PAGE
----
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(RFE/RL) August 10, 2007 (RFE/RL) -- August 8 in Moscow marked the conclusion of a two-week religious procession that began in Solovki to commemorate the 70th anniversary of the start of one of the most horrific episodes in Russian history -- the mass Stalinist repressions known as the Great Terror.


The 12-meter wooden cross involved in the procession, specially made from trees native to the Solovetsky Islands in the White Sea, was transported from the Solovetsky Monastery to Moscow by sea and erected on the Butovo Polygon, where on August 8, 1937, the first mass executions were carried out by the NKVD (People's Commissariat for Internal Affairs, the secret police organization responsible for Stalinist political oppression).

During these repressions, tens of thousands of people of different ages, professions, and convictions lost their lives.

Notably, the official Russian leadership did not in any way express its observance of this event, except in stories on central television stations typically describing logistics regarding the making of the cross and its symbolism in the epoch of Russia's extraordinary rebirth.

Butovo


RFE/RL's Russian Service spoke with Archpriest Kirill Kaleda, deacon of the Butovo Church, whose grandfather, a priest, was executed here in Butovo in 1937:

"For us, people who have entered the 21st century, it is essential to preserve the memory of those who suffered in the previous, 20th century. This is necessary especially for us. We need to acknowledge these events now, when our society is divided into various groups, when very often between people there is no mutual understanding, we need to remind ourselves of this horrible lesson that our history brought us, so that we can try to find the path to reconciliation, the path to harmony."

Those who came to Butovo are primarily the children and grandchildren of those executed here 70 years ago. This is Galina Ivanovna Priakina, whose father Ivan Ivanovich Priakin perished here:

"That night 136 people were shot to death with him. Among them was the Leningrad Archimandrite Vladimir. Prior to execution, they were photographed, and before being led to the ditch, undressed. My grandfather was a priest, and father was just a carpenter at the silicate factory in Moscow. He was accused of spying for Romania, but really he was shot to death because grandfather was a priest. We looked for father for 60 years, and only three years passed since we found him. Father is recorded in the fifth volume of the Book of Memory here. The first time I came and saw this meadow, I really lost consciousness for a moment. How many of them lie there!"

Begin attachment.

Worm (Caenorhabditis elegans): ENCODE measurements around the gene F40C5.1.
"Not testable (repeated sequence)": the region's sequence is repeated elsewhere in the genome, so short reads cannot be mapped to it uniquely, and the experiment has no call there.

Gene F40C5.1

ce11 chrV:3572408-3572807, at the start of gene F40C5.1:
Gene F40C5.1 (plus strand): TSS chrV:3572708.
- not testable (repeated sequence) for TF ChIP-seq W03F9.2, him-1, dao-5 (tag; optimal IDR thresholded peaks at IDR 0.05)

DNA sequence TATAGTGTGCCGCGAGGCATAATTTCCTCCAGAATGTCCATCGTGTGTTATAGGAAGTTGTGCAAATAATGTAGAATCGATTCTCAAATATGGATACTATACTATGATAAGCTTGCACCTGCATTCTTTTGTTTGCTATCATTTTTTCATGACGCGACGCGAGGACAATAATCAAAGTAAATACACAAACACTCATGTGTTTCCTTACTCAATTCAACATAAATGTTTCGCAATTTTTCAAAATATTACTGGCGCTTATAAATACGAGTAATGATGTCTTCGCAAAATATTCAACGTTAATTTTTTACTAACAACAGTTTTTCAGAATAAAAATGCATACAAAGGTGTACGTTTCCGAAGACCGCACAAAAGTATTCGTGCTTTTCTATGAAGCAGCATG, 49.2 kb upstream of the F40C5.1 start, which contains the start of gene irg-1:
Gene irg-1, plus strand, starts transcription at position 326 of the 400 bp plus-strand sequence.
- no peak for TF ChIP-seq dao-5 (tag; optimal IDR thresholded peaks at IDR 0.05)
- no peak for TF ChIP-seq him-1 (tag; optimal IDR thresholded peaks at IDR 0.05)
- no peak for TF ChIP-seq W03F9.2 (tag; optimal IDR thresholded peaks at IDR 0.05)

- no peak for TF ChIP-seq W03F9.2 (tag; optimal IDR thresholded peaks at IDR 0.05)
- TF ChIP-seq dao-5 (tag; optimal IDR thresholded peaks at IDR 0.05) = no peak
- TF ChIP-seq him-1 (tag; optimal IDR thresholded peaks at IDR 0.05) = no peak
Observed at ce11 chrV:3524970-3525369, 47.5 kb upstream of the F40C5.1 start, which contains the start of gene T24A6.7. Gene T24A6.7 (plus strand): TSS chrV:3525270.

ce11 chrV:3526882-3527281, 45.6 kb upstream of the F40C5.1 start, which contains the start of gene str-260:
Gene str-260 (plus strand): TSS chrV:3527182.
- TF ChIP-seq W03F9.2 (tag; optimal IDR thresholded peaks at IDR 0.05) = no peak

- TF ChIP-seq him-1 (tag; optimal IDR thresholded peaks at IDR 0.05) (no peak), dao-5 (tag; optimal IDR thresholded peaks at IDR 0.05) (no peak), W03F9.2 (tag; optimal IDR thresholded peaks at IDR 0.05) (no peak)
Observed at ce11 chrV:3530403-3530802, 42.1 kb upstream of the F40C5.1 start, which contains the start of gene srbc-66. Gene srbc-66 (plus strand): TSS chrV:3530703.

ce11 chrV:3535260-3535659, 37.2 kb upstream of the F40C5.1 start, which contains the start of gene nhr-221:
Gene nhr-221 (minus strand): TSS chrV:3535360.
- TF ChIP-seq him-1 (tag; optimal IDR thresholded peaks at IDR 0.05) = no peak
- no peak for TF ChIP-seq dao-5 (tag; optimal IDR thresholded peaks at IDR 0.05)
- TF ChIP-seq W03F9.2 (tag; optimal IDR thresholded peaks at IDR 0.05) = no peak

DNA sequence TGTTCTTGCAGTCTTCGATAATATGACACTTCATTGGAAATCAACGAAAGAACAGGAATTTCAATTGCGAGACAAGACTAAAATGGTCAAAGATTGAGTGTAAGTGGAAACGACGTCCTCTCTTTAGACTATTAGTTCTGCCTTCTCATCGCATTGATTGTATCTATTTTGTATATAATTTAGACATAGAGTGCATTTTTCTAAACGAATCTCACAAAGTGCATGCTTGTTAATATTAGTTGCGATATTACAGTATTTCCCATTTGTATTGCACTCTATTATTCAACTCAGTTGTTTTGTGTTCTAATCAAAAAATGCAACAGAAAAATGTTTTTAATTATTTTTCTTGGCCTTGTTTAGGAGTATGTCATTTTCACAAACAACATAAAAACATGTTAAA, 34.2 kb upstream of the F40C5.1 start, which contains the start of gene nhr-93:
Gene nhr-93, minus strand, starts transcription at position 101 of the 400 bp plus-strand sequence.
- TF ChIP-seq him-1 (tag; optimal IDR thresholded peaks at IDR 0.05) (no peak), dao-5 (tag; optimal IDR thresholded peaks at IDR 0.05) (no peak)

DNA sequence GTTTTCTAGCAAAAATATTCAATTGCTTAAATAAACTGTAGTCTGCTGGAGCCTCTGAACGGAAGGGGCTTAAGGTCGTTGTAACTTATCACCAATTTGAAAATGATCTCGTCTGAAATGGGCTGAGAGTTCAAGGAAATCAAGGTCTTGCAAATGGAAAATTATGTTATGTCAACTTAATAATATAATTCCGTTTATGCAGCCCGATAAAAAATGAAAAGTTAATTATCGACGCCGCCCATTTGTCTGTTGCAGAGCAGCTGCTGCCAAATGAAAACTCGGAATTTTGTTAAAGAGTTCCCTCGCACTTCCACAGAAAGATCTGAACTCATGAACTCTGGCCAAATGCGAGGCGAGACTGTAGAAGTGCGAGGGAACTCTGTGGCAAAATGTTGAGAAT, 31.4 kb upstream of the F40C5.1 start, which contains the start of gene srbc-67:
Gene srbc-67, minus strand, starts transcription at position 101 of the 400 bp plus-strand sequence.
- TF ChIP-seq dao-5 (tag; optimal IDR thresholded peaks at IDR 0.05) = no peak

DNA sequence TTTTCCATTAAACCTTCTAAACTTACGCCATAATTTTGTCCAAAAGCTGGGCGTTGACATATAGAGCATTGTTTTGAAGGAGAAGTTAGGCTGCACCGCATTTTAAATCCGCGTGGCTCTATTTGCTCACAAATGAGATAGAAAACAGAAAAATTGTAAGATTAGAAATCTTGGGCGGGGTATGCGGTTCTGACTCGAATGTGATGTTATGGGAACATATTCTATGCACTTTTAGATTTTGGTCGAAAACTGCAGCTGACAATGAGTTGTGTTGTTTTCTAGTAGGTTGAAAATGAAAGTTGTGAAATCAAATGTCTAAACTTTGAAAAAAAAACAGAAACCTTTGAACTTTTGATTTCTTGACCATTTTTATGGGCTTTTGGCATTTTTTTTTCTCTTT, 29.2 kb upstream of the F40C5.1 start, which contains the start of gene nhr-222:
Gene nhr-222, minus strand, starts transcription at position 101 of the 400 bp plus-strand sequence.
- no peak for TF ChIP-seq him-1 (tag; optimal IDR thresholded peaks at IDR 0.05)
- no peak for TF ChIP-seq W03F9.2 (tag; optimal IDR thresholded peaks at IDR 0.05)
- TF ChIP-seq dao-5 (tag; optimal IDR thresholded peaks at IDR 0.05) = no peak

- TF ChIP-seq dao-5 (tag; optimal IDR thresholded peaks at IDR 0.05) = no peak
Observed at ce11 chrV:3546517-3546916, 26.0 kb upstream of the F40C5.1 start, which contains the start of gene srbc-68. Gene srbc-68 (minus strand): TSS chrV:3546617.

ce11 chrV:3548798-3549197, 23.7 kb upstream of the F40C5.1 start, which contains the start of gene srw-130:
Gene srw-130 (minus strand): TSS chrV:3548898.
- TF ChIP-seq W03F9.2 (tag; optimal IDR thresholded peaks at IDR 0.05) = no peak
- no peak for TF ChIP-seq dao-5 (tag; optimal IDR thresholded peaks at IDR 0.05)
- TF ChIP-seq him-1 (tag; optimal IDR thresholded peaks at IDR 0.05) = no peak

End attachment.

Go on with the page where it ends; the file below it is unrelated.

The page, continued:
The latest list of 20,000 names is considered incomplete; it is said that hundreds of thousands were shot to death here.

Cemetery in the Kuropaty woods for thousands of Belarusians executed during Stalin's terror (TASS)

This is the director of the Butovo Memorial Center, Igor Garkavy:

"Possibly, this isn't all. But investigating this possibility is constrained by certain difficulties. We don't know whether the FSB [Federal Security Service] archives contain documents about executions that may have taken place here after 1938."

Behind the cross lie the ruins of the former commandant's office, even earlier the office of the manager of the horse-breeding farm of the village of Drozhzhino stood here. Today, rumor has it that the cottage belonged to Lavrenty Beria, Stalin's chief of police, and his descendants won't let it be wiped off the face of the Earth.

This isn't the case, explains Garkavy:

"Here stood the commandant's office of the Butovo shooting polygon. Prisoners were brought to this building. They were announced their verdict and were led away from here to have their sentences carried out. And after the end of the 'Yezhovschina,' [the period during which NKVD leader Nikolai Yezhov brought systematic political repression to unprecedented heights,] here, next to the graves of their brothers -- this is especially ironic -- employees of the MGB [Ministry of State Security, predecessor of the KGB] set up a sanatorium. Maybe Lavrenty Pavlovich [Beria] vacationed here himself."

Mourning Ceremonies


During these days, mourning ceremonies took place on the Solovetsky Islands. The center for commemorative events, opened in Medvezhyegorsk and Sandarmokh, was moved to Solovki, the site of the first Soviet political concentration camp. Among others, the site was visited by human rights activist Sergei Kovalyov: